Mysuru (ISJ) - Virtual schools and universities, virtual courts and public services delivered online are some of the ?like-to be? Technology Vision for India by 2035, released by Prime Minister Narendra Modi during the opening of Indian Science Congress, currently on at Mysuru University, Mysuru. �
The ambitious Vision, drawn up by India?s technology think-tank, headed by former Chairman of Atomic Energy Commission Dr. Ani Kakodkar allows all Indians to dream about clean air and water; assured and adequate food intake; a primary health centre in every village with telemedicine access and multi-speciality hospital with air ambulances in every district; 24x7 power availability; public transportation within one kilometre from every settlement, access to the national capital in just eight hours, every settlement connected with all-weather roads, a helipad in every village for emergency healthcare; technology intervention to maintain general law and order, information and communication security, infrastructure and physical security, financial and economic security and natural resources and environmental security. While the country would be as advanced as possible technologically, it will be rooted as far as possible culturally.
The Technology Vision 2035 is a precursor to the existing Technology Vision 2020. Broadly, the new document focuses on key challenges before India ? Development, Empowerment, Inclusiveness, Sustainability and Environment, said Dr. Anil Kakodkar in its preamble. The first Technology Vision prepared in 1996 under the leadership of late Dr. APJ Abdul Kalam aimed at providing directions for national initiatives in science and technology to make India a developed country by 2020, the latest one is a ?vision of where the country and compatriots should be in 2035 and how technology would bring this vision to fruition? with the population of the country expected to touch between 1.41 and 1.64 billion according to the United Nations.
While India galloped in certain sectors such as information technology, communications, computing capabilities, developing satellite communications, it continues to remain at the bottom half of most of the HDI indicators, noted the document.� In most of the industries, Indian expertise still remains at the basic or intermediate level of technology and we have not adopted global standards of design and performance.
Telecommunications ? 969 million mobile users (2014) and 15.1 internet users per 100 people (2013)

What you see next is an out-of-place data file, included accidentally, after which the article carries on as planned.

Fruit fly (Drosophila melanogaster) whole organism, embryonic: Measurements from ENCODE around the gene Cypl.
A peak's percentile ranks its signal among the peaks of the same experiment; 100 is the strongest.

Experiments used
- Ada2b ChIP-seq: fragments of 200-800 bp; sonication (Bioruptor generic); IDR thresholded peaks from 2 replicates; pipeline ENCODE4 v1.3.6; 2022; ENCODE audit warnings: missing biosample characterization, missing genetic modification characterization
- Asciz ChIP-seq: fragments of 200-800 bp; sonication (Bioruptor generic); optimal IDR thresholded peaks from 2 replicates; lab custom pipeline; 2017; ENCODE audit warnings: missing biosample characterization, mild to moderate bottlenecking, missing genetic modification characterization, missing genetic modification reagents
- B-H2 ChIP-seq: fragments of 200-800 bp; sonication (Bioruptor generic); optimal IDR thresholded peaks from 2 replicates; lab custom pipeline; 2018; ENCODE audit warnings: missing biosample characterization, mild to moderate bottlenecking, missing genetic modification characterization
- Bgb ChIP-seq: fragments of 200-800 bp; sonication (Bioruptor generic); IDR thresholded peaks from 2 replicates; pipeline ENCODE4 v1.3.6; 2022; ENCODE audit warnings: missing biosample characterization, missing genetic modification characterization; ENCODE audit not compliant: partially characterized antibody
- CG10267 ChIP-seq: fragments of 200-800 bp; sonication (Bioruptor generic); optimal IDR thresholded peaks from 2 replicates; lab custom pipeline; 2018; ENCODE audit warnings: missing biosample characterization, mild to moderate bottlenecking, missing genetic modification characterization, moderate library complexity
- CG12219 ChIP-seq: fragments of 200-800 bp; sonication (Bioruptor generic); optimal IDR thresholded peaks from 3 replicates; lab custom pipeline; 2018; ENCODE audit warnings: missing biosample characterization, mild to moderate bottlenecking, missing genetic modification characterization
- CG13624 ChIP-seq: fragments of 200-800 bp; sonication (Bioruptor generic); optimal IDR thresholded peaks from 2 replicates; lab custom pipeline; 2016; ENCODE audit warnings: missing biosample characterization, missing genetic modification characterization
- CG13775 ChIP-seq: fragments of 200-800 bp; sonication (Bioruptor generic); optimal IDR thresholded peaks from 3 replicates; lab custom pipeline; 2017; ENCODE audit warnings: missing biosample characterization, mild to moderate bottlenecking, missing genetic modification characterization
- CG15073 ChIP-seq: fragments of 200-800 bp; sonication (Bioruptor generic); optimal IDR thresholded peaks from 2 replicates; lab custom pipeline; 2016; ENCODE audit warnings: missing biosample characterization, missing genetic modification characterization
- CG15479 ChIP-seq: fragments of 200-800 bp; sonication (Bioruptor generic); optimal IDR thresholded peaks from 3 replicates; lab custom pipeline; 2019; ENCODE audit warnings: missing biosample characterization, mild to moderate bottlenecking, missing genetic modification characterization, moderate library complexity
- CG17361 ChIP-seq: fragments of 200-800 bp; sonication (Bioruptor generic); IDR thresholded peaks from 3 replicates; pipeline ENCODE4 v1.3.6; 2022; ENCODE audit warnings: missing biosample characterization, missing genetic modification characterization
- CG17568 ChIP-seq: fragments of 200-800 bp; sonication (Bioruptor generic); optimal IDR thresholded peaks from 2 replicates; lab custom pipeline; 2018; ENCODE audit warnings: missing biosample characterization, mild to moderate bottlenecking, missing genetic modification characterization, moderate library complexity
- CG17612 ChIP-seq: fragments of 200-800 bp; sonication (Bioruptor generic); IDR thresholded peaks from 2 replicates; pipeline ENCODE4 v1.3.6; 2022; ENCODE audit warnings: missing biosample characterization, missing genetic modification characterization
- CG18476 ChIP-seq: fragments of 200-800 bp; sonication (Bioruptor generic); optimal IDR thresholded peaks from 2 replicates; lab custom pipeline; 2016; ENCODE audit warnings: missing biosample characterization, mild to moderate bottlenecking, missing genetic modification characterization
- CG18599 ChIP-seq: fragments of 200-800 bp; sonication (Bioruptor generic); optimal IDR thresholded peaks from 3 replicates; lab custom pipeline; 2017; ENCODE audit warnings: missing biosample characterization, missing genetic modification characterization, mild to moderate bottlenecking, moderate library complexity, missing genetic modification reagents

Civil Aviation ? The largest civil aviation market in the world has still no indigenous aircraft manufacturing capability
Food & Agriculture ? Wastage of one-third of the produce hinders growth, but still manages to contribute 10.3% of India?s exports in 2013-14
Healthcare ? Lack of affordable healthcare systems, inadequate infrastructure and expensive diagnostics.
India is still heavily dependent on foreign advanced technologies. The document says, the R&D institutions should be blamed for this technological dependence. At the same time, with less than 1% of the GDP spent on R&D, most of which is from public funds, the translation of research to commercialisation remains forever strapped for funds.� Despite having a huge pool of human resources, India has not invested enough in creating skilled manpower.
Bureaucratic bottlenecks, lack of inter-departmental synergies, prioritisation of continuity over innovation, and a laidback management style are some of the issues that plague implementation of various schemes.� Furthermore, in the past few years, environmental and public concerns have become central to any development-related policy planning and impose additional constraints.
The document says, it emphasises Indians rather than India, on the assumption that the technologies that are beneficial to the vast majority of Indians would necessarily be advantageous to India as well.
?The consequence of technological underdevelopment can be the loss of our freedom and autonomy,? concludes the document. ?Since independence, India has sought to maintain its strategic independence at all costs. The world powers forced India to pay a price for its strategic autonomy by setting up extensive global technology denial regimes.?
?However, technology denial by foreign governments and multilateral treaties is yesterday?s story: the game will now be played by multinational corporations and patent offices. To counter this technology denial in the future, India will have to become a major player in the technology production game and suitably leverage its market attractiveness.?